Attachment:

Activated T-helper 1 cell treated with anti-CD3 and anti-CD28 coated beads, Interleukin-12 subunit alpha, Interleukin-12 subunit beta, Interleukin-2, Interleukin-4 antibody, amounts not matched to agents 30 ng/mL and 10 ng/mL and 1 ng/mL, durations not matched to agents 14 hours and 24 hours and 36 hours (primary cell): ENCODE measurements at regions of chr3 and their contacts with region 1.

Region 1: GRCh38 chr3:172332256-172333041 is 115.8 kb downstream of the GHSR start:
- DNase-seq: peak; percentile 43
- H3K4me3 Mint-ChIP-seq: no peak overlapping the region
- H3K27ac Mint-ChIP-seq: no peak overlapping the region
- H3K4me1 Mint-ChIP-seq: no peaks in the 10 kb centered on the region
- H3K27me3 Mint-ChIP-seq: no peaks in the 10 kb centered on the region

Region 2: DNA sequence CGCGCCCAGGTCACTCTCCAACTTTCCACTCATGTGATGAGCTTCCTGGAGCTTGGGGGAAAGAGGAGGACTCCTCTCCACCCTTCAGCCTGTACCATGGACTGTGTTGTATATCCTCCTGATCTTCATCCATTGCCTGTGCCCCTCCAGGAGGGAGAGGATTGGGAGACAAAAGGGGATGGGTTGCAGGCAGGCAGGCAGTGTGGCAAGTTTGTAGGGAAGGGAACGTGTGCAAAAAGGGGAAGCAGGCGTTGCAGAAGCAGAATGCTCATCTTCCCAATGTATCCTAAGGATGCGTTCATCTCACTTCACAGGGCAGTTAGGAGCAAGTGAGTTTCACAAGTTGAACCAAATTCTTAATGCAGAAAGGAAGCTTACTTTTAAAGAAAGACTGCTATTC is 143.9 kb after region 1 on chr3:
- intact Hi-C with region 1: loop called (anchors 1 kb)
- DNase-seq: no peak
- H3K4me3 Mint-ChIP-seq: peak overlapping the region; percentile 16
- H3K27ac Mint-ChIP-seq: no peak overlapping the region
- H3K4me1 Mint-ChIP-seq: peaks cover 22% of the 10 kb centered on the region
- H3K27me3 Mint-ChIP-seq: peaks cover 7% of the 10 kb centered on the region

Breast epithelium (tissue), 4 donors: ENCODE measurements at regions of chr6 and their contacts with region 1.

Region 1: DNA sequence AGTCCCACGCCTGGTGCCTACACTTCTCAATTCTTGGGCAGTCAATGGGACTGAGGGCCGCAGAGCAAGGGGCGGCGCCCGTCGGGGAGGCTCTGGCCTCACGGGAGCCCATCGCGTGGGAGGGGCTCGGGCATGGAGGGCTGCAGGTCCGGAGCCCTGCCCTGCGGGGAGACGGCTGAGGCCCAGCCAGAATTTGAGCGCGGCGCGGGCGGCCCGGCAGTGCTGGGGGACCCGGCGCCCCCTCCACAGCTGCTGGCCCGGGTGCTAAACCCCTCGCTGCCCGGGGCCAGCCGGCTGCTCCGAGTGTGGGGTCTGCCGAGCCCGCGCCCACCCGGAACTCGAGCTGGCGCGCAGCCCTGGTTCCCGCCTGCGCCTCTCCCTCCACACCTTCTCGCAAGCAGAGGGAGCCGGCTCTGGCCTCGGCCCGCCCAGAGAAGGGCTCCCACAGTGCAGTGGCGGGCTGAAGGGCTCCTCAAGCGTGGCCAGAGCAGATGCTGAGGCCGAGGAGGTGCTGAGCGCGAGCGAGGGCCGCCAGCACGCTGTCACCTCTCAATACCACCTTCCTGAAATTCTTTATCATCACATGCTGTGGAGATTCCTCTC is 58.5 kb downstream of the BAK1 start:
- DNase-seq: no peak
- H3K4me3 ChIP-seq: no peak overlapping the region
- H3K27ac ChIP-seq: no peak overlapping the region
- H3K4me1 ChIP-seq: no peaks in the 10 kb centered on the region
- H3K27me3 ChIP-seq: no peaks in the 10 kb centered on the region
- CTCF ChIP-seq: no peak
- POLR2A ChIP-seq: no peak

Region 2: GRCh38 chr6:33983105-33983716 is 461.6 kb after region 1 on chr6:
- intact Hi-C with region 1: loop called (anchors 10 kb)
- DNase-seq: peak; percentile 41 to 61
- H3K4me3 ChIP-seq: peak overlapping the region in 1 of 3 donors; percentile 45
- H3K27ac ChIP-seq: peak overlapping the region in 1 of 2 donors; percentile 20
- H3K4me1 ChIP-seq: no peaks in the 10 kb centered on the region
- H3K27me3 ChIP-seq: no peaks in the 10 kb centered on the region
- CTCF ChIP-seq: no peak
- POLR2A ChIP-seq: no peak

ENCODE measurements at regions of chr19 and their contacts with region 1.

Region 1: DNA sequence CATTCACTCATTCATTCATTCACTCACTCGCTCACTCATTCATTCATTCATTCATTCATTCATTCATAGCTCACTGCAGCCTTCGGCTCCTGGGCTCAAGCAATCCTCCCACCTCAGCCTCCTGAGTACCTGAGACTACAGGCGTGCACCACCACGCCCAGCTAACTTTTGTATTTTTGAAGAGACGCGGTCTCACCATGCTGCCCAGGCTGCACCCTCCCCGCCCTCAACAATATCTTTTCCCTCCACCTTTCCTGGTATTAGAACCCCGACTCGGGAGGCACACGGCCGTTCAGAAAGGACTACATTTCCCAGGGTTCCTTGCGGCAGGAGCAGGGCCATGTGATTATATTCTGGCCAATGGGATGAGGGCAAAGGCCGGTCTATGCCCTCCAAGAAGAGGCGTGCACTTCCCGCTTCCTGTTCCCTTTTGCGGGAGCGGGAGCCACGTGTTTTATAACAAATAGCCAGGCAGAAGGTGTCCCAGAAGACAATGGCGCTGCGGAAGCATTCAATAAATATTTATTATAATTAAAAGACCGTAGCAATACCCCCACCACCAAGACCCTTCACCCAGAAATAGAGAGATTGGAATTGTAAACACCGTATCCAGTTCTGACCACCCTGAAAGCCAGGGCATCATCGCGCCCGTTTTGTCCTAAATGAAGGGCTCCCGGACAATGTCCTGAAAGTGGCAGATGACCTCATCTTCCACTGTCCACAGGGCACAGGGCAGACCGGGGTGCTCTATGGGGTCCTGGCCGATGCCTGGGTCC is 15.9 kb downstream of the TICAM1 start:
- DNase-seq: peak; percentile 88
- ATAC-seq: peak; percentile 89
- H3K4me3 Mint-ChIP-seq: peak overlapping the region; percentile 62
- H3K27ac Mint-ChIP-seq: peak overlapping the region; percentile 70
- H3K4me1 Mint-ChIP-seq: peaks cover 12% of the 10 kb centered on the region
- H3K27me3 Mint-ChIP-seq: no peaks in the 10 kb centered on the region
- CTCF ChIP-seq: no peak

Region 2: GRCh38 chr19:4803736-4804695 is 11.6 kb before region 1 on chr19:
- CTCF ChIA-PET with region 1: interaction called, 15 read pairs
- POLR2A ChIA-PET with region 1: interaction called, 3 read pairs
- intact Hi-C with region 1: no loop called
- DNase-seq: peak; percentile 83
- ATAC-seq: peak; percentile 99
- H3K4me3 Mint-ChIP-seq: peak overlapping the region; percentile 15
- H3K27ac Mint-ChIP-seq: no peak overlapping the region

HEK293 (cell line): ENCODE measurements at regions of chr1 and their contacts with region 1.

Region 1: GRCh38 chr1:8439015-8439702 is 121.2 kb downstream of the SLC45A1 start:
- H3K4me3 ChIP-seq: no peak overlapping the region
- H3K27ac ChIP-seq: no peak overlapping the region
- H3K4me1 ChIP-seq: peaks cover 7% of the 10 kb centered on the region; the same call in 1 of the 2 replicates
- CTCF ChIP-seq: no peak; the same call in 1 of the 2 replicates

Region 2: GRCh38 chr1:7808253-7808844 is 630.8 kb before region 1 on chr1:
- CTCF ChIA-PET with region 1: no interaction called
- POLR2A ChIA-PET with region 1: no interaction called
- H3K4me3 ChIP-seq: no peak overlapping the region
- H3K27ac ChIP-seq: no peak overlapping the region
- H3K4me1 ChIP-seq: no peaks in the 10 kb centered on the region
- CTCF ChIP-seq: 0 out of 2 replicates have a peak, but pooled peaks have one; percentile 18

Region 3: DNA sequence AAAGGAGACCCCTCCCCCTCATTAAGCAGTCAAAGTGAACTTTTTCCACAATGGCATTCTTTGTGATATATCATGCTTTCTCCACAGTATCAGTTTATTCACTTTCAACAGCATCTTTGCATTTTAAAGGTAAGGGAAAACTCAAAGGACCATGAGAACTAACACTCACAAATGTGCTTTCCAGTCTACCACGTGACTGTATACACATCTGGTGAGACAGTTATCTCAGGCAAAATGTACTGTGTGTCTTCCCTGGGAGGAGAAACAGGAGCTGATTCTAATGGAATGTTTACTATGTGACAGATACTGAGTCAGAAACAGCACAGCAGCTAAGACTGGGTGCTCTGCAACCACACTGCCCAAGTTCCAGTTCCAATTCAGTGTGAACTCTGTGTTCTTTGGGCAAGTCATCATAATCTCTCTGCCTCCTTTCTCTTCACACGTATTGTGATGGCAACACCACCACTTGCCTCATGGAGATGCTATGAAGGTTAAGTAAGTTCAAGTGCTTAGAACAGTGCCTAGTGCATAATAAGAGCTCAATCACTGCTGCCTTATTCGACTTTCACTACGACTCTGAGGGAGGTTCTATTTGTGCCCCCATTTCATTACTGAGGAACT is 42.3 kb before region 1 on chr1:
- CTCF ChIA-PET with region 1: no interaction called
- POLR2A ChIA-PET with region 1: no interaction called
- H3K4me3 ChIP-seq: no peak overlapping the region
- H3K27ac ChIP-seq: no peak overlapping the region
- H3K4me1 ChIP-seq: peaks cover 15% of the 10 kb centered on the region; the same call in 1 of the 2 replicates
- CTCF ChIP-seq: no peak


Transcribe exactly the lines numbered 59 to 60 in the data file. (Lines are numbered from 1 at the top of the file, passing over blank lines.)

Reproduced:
- H3K4me3 ChIP-seq: no peak overlapping the region
- H3K27ac ChIP-seq: no peak overlapping the region